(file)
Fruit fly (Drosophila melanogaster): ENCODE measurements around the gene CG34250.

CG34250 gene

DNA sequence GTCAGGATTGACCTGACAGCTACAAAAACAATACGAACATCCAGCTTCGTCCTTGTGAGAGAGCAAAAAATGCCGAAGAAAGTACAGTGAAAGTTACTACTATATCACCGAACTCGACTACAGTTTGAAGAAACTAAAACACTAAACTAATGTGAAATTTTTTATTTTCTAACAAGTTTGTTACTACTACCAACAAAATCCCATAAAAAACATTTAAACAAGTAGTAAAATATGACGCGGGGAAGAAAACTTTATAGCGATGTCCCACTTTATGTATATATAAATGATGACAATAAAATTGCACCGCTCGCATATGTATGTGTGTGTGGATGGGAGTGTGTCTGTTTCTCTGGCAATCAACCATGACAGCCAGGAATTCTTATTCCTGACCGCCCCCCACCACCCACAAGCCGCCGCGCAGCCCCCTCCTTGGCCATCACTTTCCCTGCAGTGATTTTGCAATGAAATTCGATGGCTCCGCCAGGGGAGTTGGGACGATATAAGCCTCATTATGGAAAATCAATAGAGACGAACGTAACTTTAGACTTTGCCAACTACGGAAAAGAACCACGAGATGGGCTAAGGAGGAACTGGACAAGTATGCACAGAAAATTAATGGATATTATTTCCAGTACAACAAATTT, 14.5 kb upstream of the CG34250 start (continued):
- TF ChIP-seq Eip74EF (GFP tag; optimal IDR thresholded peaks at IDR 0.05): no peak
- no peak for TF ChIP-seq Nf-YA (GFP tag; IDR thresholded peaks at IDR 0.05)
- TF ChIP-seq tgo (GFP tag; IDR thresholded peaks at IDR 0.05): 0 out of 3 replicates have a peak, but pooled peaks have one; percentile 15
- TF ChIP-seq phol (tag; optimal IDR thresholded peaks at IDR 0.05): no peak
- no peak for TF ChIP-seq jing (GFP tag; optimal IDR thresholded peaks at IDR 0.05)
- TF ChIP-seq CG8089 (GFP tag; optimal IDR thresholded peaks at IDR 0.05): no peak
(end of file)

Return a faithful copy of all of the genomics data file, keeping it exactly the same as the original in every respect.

Fruit fly (Drosophila melanogaster): ENCODE measurements around the gene CG34250.

CG34250 gene

DNA sequence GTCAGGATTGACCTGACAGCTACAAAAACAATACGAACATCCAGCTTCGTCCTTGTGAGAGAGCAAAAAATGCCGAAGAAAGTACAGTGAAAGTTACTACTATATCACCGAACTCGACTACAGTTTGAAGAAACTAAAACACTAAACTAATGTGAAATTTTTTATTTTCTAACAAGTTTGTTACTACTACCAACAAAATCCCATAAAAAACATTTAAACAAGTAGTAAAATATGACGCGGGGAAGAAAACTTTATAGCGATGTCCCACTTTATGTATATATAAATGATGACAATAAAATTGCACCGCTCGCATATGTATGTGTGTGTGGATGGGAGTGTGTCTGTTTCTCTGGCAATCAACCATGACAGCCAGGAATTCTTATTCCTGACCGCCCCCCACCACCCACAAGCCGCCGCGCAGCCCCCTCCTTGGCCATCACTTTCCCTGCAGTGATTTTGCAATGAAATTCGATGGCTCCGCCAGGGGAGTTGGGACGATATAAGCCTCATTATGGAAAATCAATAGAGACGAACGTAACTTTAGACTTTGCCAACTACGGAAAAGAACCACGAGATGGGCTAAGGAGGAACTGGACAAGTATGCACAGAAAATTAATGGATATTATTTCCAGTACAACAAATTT, 14.5 kb upstream of the CG34250 start (continued):
- TF ChIP-seq Eip74EF (GFP tag; optimal IDR thresholded peaks at IDR 0.05): no peak
- no peak for TF ChIP-seq Nf-YA (GFP tag; IDR thresholded peaks at IDR 0.05)
- TF ChIP-seq tgo (GFP tag; IDR thresholded peaks at IDR 0.05): 0 out of 3 replicates have a peak, but pooled peaks have one; percentile 15
- TF ChIP-seq phol (tag; optimal IDR thresholded peaks at IDR 0.05): no peak
- no peak for TF ChIP-seq jing (GFP tag; optimal IDR thresholded peaks at IDR 0.05)
- TF ChIP-seq CG8089 (GFP tag; optimal IDR thresholded peaks at IDR 0.05): no peak